The Westpac (ASX: WBC) AUSTRAC fine could end up being more than $1 billion.
What is Westpac?
Westpac is one of Australia’s ‘Big Four’ banks and a financial-services provider headquartered in Sydney. It is one of Australia’s largest lenders to homeowners, investors, individuals (via credit cards and personal loans) and business.
What’s going on?
In November last year we learned that AUSTRAC had alleged 23 million breaches of the anti-money laundering and counter-terrorism financing laws by Westpac.
One of the worst parts of the claims was that allegedly 12 customers made a large number of low value payments consistent with the purchase of child exploitation materials. There were around 3,000 of these transactions which amounted to a total of $497,612 to the Philippines and other South East Asian countries.
Westpac has admitted that there were failures at the bank. However, the question is how big the AUSTRAC fine will be.
According to reporting by the AFR, the regulator is using the same tactics now that it used on CBA to get a big penalty.
AUSTRAC has requested information on another 272 of Westpac’s customers that could be suspected paedophiles and threatened to amend its statement of claim to add them to the case. This is similar to what AUSTRAC did when CBA chair Catherine Livingstone said at the AGM the bank had no prior knowledge of some matters.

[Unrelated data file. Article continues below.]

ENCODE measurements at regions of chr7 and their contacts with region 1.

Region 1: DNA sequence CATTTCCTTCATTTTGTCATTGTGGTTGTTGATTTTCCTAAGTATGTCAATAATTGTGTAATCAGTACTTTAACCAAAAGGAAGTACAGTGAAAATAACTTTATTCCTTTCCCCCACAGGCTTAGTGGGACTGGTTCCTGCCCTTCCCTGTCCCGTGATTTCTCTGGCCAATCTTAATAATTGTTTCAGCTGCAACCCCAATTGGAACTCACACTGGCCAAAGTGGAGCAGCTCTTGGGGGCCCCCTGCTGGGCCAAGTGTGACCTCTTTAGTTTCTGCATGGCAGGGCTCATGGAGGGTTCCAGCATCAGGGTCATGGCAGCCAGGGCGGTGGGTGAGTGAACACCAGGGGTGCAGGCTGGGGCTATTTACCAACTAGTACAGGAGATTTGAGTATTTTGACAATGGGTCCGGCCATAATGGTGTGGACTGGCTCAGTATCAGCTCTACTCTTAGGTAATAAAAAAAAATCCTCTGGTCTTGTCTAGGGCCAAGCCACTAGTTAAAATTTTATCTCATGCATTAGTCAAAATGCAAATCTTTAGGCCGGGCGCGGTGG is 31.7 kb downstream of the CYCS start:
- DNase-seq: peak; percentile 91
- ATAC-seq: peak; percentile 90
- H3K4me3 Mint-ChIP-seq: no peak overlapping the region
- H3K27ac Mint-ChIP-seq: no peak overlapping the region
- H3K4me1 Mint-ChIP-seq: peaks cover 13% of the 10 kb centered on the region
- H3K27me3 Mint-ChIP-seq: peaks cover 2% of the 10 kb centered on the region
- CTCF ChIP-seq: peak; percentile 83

According to the reporting by the AFR, Westpac wants to settle for $900 million whilst AUSTRAC is looking to penalise the major ASX bank for $1.5 billion.
Is it time to buy Westpac shares?
It can be a smart idea to buy shares when they’re down heavily and under pressure. The Westpac share price may be up 3% today, but it’s down 30% since the COVID-19 declines started and it’s down 40% since 1 October 2020. If you think banks can return to the same underlying profit levels of FY19 after COVID-19 ends then Westpac could be a cheap buy today. But there’s a danger that banks won’t be as profitable in the future. That’s why I’d rather look at other shares in different industries.
Disclosure: At the time of writing, Jaz doesn’t own shares in any of the businesses mentioned.